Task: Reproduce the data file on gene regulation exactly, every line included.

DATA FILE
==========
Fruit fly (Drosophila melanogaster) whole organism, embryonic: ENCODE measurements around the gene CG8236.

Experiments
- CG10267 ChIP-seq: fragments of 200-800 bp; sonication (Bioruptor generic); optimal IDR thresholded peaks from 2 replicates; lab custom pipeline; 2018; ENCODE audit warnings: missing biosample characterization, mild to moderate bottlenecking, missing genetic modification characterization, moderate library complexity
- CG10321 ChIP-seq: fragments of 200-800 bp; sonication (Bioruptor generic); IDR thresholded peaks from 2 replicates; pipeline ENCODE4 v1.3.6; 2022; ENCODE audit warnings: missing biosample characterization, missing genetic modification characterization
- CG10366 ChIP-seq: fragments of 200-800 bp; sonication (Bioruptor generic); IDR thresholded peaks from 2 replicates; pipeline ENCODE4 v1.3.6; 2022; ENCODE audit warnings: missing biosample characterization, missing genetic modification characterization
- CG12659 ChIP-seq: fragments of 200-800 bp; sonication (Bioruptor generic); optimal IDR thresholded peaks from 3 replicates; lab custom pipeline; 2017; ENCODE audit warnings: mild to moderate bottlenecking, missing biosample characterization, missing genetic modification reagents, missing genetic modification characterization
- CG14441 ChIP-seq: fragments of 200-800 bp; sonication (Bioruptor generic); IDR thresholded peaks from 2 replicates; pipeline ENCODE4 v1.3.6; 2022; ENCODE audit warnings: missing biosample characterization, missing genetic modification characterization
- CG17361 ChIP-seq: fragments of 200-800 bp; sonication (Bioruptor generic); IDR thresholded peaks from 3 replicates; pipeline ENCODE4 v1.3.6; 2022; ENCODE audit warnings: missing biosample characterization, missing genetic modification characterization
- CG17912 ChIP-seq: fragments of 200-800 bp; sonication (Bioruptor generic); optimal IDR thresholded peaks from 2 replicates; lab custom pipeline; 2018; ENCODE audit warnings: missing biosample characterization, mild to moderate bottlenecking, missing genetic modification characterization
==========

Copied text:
Fruit fly (Drosophila melanogaster) whole organism, embryonic: ENCODE measurements around the gene CG8236.

Experiments
- CG10267 ChIP-seq: fragments of 200-800 bp; sonication (Bioruptor generic); optimal IDR thresholded peaks from 2 replicates; lab custom pipeline; 2018; ENCODE audit warnings: missing biosample characterization, mild to moderate bottlenecking, missing genetic modification characterization, moderate library complexity
- CG10321 ChIP-seq: fragments of 200-800 bp; sonication (Bioruptor generic); IDR thresholded peaks from 2 replicates; pipeline ENCODE4 v1.3.6; 2022; ENCODE audit warnings: missing biosample characterization, missing genetic modification characterization
- CG10366 ChIP-seq: fragments of 200-800 bp; sonication (Bioruptor generic); IDR thresholded peaks from 2 replicates; pipeline ENCODE4 v1.3.6; 2022; ENCODE audit warnings: missing biosample characterization, missing genetic modification characterization
- CG12659 ChIP-seq: fragments of 200-800 bp; sonication (Bioruptor generic); optimal IDR thresholded peaks from 3 replicates; lab custom pipeline; 2017; ENCODE audit warnings: mild to moderate bottlenecking, missing biosample characterization, missing genetic modification reagents, missing genetic modification characterization
- CG14441 ChIP-seq: fragments of 200-800 bp; sonication (Bioruptor generic); IDR thresholded peaks from 2 replicates; pipeline ENCODE4 v1.3.6; 2022; ENCODE audit warnings: missing biosample characterization, missing genetic modification characterization
- CG17361 ChIP-seq: fragments of 200-800 bp; sonication (Bioruptor generic); IDR thresholded peaks from 3 replicates; pipeline ENCODE4 v1.3.6; 2022; ENCODE audit warnings: missing biosample characterization, missing genetic modification characterization
- CG17912 ChIP-seq: fragments of 200-800 bp; sonication (Bioruptor generic); optimal IDR thresholded peaks from 2 replicates; lab custom pipeline; 2018; ENCODE audit warnings: missing biosample characterization, mild to moderate bottlenecking, missing genetic modification characterization